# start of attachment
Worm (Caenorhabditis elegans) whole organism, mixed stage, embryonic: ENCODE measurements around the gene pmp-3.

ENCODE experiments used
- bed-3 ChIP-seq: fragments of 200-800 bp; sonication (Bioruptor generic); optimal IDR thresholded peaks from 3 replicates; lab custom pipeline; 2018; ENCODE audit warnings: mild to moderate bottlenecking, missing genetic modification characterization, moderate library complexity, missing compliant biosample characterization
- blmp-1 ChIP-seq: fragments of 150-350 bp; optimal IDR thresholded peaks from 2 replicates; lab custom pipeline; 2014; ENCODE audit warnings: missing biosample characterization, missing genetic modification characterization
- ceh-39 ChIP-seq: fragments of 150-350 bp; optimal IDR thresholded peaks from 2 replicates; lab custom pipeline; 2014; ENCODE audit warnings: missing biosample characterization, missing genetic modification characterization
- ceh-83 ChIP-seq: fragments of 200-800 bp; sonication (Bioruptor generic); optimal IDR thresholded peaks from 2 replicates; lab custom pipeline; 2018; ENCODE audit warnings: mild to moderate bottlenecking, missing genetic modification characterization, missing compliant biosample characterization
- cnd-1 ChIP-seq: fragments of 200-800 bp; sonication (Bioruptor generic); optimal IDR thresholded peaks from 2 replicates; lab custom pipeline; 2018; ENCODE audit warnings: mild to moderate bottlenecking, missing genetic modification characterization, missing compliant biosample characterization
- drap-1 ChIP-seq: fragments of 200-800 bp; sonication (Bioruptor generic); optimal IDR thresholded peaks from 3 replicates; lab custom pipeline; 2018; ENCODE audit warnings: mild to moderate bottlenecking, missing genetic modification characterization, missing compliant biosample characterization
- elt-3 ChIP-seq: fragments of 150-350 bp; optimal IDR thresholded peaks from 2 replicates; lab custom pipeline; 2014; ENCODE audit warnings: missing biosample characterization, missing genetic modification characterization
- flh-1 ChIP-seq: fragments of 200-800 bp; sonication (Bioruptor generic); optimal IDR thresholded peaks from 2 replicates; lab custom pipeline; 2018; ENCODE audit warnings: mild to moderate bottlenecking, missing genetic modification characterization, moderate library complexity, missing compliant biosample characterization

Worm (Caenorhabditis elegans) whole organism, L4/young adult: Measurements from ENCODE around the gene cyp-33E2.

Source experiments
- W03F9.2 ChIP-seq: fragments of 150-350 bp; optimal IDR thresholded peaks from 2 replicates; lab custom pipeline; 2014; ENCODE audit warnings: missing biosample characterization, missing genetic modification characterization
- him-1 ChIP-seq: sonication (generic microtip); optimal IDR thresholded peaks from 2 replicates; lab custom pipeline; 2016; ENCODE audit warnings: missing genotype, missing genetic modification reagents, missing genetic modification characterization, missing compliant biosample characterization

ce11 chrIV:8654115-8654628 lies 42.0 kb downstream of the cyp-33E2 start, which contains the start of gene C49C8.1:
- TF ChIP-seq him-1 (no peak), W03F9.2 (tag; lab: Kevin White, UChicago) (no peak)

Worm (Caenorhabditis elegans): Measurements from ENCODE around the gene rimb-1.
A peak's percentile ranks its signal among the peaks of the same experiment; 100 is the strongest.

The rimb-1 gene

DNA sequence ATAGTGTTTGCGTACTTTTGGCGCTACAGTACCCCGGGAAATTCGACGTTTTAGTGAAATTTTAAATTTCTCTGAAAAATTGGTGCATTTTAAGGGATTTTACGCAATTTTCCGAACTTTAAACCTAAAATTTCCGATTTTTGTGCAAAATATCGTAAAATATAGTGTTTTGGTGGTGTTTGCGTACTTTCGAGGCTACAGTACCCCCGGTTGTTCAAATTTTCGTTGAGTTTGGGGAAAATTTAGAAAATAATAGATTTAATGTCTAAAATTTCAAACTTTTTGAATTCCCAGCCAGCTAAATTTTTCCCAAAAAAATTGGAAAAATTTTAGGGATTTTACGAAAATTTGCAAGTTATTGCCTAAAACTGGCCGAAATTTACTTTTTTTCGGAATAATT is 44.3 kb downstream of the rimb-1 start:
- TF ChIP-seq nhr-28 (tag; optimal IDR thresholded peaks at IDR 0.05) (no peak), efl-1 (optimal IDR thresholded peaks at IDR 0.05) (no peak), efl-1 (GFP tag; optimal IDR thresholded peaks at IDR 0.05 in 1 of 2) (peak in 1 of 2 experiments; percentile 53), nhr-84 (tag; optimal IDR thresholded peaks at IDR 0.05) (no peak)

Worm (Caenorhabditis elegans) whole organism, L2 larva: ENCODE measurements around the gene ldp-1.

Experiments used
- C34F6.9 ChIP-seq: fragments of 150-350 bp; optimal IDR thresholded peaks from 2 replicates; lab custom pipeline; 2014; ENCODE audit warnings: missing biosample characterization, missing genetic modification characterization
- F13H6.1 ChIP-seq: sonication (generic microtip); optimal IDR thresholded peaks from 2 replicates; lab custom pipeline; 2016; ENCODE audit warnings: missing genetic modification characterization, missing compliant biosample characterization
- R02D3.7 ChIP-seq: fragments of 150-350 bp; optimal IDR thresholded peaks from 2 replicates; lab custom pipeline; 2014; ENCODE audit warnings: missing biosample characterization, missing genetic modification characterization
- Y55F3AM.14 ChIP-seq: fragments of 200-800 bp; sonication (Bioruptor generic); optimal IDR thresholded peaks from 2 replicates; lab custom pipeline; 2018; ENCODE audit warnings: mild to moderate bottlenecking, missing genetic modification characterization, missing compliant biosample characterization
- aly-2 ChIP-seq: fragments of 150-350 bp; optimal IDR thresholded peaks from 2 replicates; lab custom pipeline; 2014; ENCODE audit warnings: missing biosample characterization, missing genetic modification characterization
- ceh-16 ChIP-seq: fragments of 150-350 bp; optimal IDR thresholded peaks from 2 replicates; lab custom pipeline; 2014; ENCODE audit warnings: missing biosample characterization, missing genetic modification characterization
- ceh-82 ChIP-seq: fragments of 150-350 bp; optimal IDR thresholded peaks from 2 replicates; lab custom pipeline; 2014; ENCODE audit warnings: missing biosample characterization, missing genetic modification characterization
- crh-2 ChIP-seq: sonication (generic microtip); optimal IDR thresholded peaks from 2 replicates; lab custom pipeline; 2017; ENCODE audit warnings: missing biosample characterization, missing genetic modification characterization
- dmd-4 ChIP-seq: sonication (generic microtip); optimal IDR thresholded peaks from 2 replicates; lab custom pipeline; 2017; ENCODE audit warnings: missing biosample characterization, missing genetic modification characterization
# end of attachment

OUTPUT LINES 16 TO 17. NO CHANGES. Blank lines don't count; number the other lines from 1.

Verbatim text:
- TF ChIP-seq him-1 (no peak), W03F9.2 (tag; lab: Kevin White, UChicago) (no peak)

Worm (Caenorhabditis elegans): Measurements from ENCODE around the gene rimb-1.